symptoms often associated with heart and lung problems. Id. at 279. AHP did not
immediately release these reports, but eventually made an announcement noting a
concern that its drugs had important implications regarding valvular disease, but that
no conclusive evidence had established a causal link. Id. at 280.
The Oran plaintiffs contended that statements made by AHP regarding the safety,
effectiveness, commercial success, and continued viability of its drugs were materially
false and misleading in light of the cardiologists and adverse reaction reports. Id. at 280-
81. The court held that such statements were not materially misleading because
plaintiffs never clearly explain[ed] how the accumulation of additional anecdotal data,
short of statistical significance, would have added anything to the disclosures already
made. Id. at 284.
12
Statistical significance, however, is not a bright-line rule because materiality is a
flexible, fact-based determination. In re Bayer AG Sec. Litig., No. 03 Civ. 1546 WHP,
2004 WL 2190357, at *9 (S.D.N.Y. Sept. 30, 2004). In Bayer, the court held that adverse
event reports lacking statistical significance, when considered in conjunction with an
internal corporate consensus that a drugs potential dangers were putting the brand at
risk, were enough to find materiality, id. at *9-10 (internal quotations and citation
omitted); adverse event reports, coupled with other evidence, can demonstrate that
defendants viewed the adverse event reports as sufficiently serious and frequent to affect
future earnings. Id. (internal quotations and citation omitted).
Other courts have interpreted Bayer to stand for the principle that omitted
information may become material even in the absence of statistically significant
evidence in light of other indications that the risk associated with adverse . . . events is
legitimate and serious enough to threaten . . . sales. In re Elan Corp. Sec. Litig., 543 F.
Supp. 2d 187, 210 (S.D.N.Y. 2008); see also In re Bausch & Lomb, Inc. Sec. Litig., No.
06-CV-6294, 2008 WL 4911796, at *20 (W.D.N.Y. Nov. 13, 2008). The Supreme Court
has noted that [a]ny approach that designates a single fact or occurrence as always
determinative of an inherently fact-specific finding such as materiality, must necessarily
be overinclusive or underinclusive. Basic, 485 U.S. at 236.
2. Puffery
Defendants also argue that many allegedly false and misleading statements are
puffery and therefore not actionable. (Def. Mem. at 12.) Statements are considered to
be puffery when they are so vague and such obvious hyperbole that no reasonable
13
investor would rely upon them. Parnes, 122 F.3d at 547. [S]oft, puffing statements
generally lack materiality because the market price of a share is not inflated by vague
statements predicting growth. . . . [Moreover,] they are certainly not specific enough to
perpetrate a fraud on the market. Id. (quoting Hillson Partners Ltd. Pship v. Adage,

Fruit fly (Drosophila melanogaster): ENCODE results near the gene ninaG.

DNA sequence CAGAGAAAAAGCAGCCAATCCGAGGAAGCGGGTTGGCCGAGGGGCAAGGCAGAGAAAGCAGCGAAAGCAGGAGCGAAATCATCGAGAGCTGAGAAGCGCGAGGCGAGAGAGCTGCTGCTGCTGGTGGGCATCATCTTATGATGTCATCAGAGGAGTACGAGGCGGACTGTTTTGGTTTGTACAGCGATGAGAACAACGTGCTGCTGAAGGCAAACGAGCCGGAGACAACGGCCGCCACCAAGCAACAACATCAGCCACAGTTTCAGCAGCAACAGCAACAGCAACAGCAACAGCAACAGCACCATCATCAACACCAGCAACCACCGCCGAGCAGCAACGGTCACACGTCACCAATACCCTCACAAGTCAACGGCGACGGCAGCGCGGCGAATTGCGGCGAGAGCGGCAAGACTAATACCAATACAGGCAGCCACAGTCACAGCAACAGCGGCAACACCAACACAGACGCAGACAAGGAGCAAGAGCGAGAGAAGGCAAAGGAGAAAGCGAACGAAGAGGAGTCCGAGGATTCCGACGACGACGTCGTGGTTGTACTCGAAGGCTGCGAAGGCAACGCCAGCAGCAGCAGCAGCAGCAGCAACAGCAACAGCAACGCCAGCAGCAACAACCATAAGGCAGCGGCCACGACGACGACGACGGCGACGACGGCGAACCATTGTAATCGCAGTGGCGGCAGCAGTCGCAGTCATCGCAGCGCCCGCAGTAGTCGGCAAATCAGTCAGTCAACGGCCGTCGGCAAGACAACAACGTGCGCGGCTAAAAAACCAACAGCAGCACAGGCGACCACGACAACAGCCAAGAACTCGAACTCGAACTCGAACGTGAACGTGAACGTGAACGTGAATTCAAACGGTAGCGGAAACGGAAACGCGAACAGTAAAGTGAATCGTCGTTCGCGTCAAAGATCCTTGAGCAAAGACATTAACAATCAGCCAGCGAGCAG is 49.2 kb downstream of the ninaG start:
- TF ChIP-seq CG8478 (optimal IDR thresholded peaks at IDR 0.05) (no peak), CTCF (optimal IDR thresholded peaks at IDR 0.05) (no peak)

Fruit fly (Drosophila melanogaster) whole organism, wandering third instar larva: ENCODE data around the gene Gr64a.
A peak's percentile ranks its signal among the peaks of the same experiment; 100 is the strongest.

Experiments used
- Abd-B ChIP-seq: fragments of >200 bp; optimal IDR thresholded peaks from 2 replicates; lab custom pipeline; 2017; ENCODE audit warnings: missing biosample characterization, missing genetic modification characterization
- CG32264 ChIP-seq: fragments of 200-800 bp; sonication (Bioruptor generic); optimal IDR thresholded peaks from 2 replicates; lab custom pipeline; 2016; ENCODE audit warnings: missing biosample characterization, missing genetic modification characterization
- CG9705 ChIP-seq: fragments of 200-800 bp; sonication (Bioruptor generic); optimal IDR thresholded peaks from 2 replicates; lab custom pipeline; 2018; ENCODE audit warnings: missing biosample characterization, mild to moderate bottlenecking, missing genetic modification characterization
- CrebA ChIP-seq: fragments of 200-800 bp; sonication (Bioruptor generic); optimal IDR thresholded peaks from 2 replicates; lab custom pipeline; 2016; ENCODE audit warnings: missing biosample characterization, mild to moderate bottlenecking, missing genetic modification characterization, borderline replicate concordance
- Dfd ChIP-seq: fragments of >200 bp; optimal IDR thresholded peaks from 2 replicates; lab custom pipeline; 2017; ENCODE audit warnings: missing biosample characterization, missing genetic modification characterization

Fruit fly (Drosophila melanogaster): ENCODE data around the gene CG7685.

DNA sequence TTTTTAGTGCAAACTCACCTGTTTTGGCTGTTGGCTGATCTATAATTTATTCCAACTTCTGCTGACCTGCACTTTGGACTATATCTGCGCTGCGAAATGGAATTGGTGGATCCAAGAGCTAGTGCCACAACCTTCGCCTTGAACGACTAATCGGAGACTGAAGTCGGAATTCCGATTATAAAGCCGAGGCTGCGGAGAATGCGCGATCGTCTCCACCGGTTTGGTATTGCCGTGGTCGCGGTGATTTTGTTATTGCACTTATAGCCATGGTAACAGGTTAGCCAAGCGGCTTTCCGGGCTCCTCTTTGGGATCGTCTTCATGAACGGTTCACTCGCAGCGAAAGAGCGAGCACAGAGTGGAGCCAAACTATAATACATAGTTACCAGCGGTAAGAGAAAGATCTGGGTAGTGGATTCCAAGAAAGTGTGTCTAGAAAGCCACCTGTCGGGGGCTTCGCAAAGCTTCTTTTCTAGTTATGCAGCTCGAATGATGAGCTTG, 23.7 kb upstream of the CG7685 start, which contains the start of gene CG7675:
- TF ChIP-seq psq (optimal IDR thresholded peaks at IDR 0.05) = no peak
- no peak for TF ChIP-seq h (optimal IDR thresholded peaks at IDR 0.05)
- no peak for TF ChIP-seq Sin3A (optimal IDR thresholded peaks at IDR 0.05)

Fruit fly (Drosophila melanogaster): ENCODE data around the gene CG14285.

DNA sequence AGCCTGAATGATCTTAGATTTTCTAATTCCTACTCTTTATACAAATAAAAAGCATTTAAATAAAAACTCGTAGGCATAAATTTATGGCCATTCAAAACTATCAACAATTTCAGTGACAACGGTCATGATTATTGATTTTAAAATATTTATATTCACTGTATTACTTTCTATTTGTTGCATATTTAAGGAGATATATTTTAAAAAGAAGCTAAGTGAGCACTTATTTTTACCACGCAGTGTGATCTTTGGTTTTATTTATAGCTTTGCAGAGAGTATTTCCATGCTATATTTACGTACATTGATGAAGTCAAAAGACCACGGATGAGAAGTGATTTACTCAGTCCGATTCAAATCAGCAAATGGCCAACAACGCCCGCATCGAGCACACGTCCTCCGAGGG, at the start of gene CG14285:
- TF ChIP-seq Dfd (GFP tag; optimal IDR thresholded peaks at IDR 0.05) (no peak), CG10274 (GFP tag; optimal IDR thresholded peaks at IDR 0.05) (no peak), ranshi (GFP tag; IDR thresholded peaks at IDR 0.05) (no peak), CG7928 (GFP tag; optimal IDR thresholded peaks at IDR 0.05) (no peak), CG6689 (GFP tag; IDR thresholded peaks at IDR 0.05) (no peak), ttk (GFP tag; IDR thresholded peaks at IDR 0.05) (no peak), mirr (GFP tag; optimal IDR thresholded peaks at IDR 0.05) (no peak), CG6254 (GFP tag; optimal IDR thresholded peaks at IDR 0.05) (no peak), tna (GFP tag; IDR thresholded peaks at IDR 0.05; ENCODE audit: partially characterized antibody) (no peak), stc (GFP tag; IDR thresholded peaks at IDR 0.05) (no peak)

Inc., 42 F.3d 204, 211 (4th Cir. 1994)).
3. The challenged statements
The Complaint alleges that Defendants made several false and misleading
statements regarding the risks posed by the Fidelis lead. Each statement is addressed
below.
a. The physician letter
Plaintiffs contend that several statements contained in a physician letter sent on
March 21, 2007, were materially false and misleading. (Compl. 97-98.) In this letter,
Medtronic informed physicians that it had received reports from a limited number of
implanting physicians indicating they have experienced higher than expected conductor
fracture rates in their centers with Sprint Fidelis leads. (Compl. 97.) Medtronic stated
that it was investigating these reports, and had reviewed them with an Independent
Physician Quality Panel, but that the current overall Sprint Fidelis performance was
consistent with other leads. (Id.) Furthermore, Medtronic noted that its investigation
suggested that variables within the implant procedure may contribute significantly to
these fractures. (Id.) In support of its contention that the Fidelis leads performance
was in line with other Medtronic leads, Medtronic noted that its System Longevity
Study and returned product analysis indicated performance levels of 98.9 percent and
14
99.86 percent respectively. (Id.) Finally, Medtronic stated that it would communicate
additional information as it was learned. (Id. at 127.)
Plaintiffs contend that this letter was materially false and misleading because it
falsely suggested that Fidelis lead fracturing was the result of physician error (variables
within the implant procedure), and that the lead was performing consistently with other
Medtronic leads. (Compl. 98.) Moreover, Plaintiffs contend that the letter was
misleading in that it did not mention: (1) the Hauser Study; (2) the necessity of a recall;
(3) the several patient deaths linked to Fidelis lead fracturing; (4) the unreliability of the
studies relied upon by Medtronic; (5) the discontinuance by several hospitals and clinics
of their purchasing of the Fidelis lead; (6) the fact that there were an excessive number
of fractures in the Fidelis lead that were higher than normally expected;5 and (7) certain
conflicts of interest present within the Independent Physician Quality Panel.6 (Id.)
5 These quotations come from statements Medtronic made on October 15, 2007, during two
conference calls addressing the Fidelis lead recall. (Compl. 125-28.) During this conference
call, a Medtronic representative, Dr. Steinhaus, stated, As I said earlier, we did have some
reports of fractures that were seen to be an excessive number earlier this year and we put out a
letter in March. (Id. 128.) A different representative referred to this statement later in the
conference call stating, as Dr. Steinhaus commented, we saw higher than normal expected rates